It has also reduced its deposit rate below zero, to -0.1%, which means commercial banks will have to pay to lodge their money with the central bank, rather than receive interest.
The idea is to incentivise the banks to lend to businesses, thereby stimulating growth.
The ECB is the first of the "Big Four" central banks (the ECB, the US Federal Reserve, the Bank of Japan and the Bank of England) to do this.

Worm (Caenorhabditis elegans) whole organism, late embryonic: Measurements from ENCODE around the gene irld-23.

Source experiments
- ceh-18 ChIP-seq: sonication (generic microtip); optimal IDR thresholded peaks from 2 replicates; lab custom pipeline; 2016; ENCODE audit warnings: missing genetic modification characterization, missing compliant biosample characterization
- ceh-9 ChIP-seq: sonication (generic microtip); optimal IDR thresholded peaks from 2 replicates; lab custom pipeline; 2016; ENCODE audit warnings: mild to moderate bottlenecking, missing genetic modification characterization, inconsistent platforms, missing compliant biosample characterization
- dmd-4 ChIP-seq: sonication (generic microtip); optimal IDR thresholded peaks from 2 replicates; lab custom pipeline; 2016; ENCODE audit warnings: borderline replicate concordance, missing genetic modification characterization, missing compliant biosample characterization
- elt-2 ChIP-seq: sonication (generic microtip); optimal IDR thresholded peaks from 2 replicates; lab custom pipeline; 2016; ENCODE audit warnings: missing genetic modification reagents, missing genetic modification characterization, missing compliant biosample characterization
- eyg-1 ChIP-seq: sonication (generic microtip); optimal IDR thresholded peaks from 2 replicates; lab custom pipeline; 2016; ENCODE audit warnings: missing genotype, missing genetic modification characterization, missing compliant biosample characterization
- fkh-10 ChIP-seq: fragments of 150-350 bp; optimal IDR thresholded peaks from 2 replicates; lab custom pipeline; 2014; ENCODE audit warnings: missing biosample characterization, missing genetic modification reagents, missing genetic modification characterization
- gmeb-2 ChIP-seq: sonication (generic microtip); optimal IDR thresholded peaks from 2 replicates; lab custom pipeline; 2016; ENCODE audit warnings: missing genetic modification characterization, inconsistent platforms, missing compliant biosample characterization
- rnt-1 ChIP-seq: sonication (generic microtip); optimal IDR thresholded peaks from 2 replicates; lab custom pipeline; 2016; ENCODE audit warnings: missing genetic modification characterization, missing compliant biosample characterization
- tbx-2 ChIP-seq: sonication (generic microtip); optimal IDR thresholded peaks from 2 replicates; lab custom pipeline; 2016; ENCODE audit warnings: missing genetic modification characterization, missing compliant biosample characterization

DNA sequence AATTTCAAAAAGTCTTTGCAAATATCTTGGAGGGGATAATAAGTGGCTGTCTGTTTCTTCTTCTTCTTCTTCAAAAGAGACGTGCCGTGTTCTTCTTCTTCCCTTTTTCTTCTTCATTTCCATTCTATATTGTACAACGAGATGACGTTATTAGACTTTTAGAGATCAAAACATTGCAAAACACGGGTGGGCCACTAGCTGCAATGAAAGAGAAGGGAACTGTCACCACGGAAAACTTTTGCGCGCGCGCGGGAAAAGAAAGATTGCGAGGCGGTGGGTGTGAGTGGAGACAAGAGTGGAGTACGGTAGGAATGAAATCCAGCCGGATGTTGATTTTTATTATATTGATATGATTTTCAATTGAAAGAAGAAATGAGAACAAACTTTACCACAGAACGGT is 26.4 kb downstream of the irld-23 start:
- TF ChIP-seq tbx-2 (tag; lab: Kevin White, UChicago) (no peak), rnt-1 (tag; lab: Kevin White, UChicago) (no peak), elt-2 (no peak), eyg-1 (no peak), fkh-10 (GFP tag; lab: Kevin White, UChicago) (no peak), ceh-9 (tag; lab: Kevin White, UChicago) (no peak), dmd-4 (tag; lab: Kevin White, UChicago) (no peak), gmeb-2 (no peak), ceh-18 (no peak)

Howard Archer, chief UK and European economist at IHS Global Insight said: "Despite being widely anticipated and in some quarters criticised for occurring too late, it is still a bold and unusual move by the ECB to take its deposit rate into negative territory."
"There has to be considerable uncertainty as to how effective negative deposit rates will turn out to be," he added.